If the at-fault party doesn’t have car insurance, you have legal options. One of those options includes filing a claim with your own auto insurance provider. Every insurance company in Georgia must offer no-fault insurance when selling policies, per O.C.G.A. § 33-7-11. You may have this form of coverage unless you previously rejected it in writing.
If you don’t have uninsured motorist protection coverage, you can file a lawsuit against the at-fault party. Here, you generally have two years to file a lawsuit, per O.C.G.A. § 9-3-33.
You Can File a Claim with Your Own Insurance Provider
You might think that filing a claim with your insurer is pretty straightforward. After all, you’ve faithfully paid your insurance premiums. Why shouldn’t it offer you coverage? Unfortunately, insurers don’t always cooperate.
Insurance companies make money by selling policies and denying claims. This is where hiring a lawyer comes in handy. They can file your uninsured motorist protection claim and:
Review All Paperwork for Accuracy and Completion
When filing your insurance claim, accidentally providing the wrong information can derail your case. Our lawyers can assess your case’s paperwork and ensure it’s filled out accurately and filed on time.
Assess the Insurance Policy
Even generous insurance policies come with limits. We will review your uninsured motorist protection coverage if you have it and assess whether your coverage meets your needs.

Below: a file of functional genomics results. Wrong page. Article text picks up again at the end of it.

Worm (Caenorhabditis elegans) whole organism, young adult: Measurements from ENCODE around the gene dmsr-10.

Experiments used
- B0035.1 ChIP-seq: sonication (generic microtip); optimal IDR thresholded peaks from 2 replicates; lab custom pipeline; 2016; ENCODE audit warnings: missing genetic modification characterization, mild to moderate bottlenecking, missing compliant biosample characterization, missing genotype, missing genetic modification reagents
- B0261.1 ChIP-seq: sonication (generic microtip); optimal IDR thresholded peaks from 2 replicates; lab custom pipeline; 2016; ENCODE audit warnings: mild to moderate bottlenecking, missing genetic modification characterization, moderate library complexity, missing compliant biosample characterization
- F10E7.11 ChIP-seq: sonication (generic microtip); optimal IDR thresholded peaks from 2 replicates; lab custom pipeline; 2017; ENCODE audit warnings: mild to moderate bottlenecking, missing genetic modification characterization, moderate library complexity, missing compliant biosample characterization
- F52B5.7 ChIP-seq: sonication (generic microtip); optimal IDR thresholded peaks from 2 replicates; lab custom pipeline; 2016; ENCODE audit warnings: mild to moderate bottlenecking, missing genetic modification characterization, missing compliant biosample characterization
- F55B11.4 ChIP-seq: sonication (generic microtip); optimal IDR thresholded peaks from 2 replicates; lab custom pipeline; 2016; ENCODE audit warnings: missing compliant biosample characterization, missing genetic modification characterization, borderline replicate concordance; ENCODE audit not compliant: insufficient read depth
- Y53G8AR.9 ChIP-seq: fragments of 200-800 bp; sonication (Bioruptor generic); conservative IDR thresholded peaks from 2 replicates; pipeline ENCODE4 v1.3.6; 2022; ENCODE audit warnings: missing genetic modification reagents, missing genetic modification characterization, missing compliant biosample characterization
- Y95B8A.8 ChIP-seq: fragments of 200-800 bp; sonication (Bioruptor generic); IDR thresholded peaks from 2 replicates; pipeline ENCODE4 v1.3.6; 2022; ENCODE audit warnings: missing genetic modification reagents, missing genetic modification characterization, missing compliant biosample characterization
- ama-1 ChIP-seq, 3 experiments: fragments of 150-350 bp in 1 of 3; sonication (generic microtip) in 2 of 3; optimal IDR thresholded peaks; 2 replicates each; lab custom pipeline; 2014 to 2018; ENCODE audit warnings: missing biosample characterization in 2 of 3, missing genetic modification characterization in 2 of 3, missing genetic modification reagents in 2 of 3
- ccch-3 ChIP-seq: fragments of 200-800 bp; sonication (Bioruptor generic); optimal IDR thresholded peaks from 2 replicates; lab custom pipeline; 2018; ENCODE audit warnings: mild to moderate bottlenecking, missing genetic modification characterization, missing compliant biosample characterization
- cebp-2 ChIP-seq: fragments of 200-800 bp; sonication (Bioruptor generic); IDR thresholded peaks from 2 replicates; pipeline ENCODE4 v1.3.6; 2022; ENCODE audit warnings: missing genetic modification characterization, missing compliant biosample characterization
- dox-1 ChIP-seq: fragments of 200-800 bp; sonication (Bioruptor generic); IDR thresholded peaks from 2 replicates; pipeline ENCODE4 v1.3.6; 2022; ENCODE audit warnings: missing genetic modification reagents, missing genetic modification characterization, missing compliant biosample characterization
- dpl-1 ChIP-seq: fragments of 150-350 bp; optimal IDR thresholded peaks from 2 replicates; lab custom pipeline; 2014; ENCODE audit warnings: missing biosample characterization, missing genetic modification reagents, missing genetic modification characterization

Negotiate a Settlement
The liable insurer (even if it’s your own) may offer less than you deserve. In this situation, you can negotiate for a better offer. This involves showing evidence, reviewing the applicable policy, and asserting the nature of your condition.
For a free legal consultation, call 404-214-2001
You Can File a Lawsuit Directly Against the At-Fault Party
The Office of Commissioner of Insurance and Safety Fire notes that every motorist in Georgia must carry auto insurance. However, not everyone follows this rule. Some motorists neglect to purchase insurance or let their policies lapse.
While this complicates the financial recovery process, you still have options. You can sue the at-fault party. This requires:
Abiding By Georgia’s Statutory Deadlines
As noted, you generally have two years to file your civil lawsuit. However, matters change depending on who you’re suing. For instance, if you were hit by a government-owned vehicle, you generally have six months to file, per O.C.G.A. § 36-33-5.
When you partner with a lawyer, they can manage your case’s deadlines.
Identifying the At-Fault Party
Before filing a lawsuit, you must first identify the at-fault party, which may include a:
- Government agency
- Vehicle manufacturer
Identifying the at-fault party includes investigating your case and evaluating evidence.
Arguing Your Case in Court
Going to court is more than asking a judge and jury for compensation. It involves establishing that another party caused your accident, and that this negligence caused your injuries and other losses. This requires:
- Taking depositions. Witnesses must give statements regarding the accident’s cause and condition’s severity.
- Cross-examining witnesses. The defense will have its own witnesses ready to refute your case. Our lawyers will look for “holes” in their testimony to discredit their statements and empower your case.